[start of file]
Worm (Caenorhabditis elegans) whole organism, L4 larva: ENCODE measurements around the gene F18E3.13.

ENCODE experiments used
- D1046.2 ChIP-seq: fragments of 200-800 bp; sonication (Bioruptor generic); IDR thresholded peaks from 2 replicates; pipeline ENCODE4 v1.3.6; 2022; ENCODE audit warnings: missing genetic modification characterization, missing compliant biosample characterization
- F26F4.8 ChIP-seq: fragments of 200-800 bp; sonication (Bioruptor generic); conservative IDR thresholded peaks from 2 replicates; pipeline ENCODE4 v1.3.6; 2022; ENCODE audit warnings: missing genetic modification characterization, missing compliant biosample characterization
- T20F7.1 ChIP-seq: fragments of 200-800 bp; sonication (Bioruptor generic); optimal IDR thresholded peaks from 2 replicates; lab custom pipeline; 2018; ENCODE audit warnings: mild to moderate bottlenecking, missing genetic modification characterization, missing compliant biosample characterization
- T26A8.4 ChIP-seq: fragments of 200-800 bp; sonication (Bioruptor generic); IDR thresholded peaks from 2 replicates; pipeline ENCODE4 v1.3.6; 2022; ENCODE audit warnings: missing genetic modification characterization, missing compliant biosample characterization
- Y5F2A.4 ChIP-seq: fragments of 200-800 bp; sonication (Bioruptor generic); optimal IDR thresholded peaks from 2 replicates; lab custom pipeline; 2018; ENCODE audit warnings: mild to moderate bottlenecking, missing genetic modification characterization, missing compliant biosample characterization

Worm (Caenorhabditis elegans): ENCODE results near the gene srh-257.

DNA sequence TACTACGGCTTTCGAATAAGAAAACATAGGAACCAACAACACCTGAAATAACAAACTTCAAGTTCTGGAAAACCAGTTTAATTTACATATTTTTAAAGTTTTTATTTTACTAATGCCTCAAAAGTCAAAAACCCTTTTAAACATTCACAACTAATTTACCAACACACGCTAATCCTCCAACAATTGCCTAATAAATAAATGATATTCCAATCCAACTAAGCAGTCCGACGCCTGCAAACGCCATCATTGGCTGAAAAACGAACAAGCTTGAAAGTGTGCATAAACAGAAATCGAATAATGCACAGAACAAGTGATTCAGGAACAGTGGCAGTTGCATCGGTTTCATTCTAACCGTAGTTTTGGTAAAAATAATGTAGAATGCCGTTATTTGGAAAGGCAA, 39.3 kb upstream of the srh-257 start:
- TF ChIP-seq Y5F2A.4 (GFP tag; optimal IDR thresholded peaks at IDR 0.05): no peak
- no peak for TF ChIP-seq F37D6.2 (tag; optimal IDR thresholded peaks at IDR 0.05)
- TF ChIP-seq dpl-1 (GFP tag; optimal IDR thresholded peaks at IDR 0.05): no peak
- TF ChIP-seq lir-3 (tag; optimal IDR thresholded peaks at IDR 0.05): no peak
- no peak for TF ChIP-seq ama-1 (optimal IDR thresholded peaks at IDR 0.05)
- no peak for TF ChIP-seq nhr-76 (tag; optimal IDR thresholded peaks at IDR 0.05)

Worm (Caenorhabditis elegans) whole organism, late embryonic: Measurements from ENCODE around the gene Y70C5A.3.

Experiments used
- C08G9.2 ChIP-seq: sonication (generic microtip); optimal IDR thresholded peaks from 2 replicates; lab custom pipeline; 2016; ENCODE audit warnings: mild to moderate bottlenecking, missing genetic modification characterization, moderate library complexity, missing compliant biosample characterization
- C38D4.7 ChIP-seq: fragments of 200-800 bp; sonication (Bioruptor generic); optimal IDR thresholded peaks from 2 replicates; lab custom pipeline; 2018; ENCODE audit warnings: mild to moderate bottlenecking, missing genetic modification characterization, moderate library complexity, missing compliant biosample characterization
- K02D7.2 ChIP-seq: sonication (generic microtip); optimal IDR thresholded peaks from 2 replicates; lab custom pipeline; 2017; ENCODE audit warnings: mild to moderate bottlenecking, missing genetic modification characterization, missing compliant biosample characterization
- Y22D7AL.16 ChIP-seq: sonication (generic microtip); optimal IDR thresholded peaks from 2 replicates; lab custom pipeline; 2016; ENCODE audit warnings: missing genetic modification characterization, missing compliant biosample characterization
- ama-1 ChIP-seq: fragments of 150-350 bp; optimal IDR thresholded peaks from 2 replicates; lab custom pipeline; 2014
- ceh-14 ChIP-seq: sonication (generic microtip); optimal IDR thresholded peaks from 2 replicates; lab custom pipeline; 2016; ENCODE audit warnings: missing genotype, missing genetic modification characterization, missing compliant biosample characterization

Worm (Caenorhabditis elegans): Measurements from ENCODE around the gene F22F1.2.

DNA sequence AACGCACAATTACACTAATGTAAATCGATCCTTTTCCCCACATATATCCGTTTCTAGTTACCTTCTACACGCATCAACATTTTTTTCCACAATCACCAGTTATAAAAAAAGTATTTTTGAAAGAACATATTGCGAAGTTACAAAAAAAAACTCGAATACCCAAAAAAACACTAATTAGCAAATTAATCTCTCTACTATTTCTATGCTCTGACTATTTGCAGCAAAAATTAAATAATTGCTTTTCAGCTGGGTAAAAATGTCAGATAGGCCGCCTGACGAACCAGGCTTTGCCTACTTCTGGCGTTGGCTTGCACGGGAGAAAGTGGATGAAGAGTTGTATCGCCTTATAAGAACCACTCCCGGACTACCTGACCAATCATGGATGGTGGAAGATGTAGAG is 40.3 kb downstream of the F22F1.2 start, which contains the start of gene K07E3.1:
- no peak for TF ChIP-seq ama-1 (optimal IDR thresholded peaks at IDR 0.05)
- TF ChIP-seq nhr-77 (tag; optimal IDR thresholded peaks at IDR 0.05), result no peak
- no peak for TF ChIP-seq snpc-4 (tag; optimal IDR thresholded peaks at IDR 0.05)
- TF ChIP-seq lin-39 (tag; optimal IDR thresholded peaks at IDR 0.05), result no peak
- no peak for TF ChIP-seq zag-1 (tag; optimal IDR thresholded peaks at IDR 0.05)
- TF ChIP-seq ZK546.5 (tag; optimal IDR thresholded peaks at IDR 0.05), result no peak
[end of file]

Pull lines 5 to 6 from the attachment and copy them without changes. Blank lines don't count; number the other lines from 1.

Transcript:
- T20F7.1 ChIP-seq: fragments of 200-800 bp; sonication (Bioruptor generic); optimal IDR thresholded peaks from 2 replicates; lab custom pipeline; 2018; ENCODE audit warnings: mild to moderate bottlenecking, missing genetic modification characterization, missing compliant biosample characterization
- T26A8.4 ChIP-seq: fragments of 200-800 bp; sonication (Bioruptor generic); IDR thresholded peaks from 2 replicates; pipeline ENCODE4 v1.3.6; 2022; ENCODE audit warnings: missing genetic modification characterization, missing compliant biosample characterization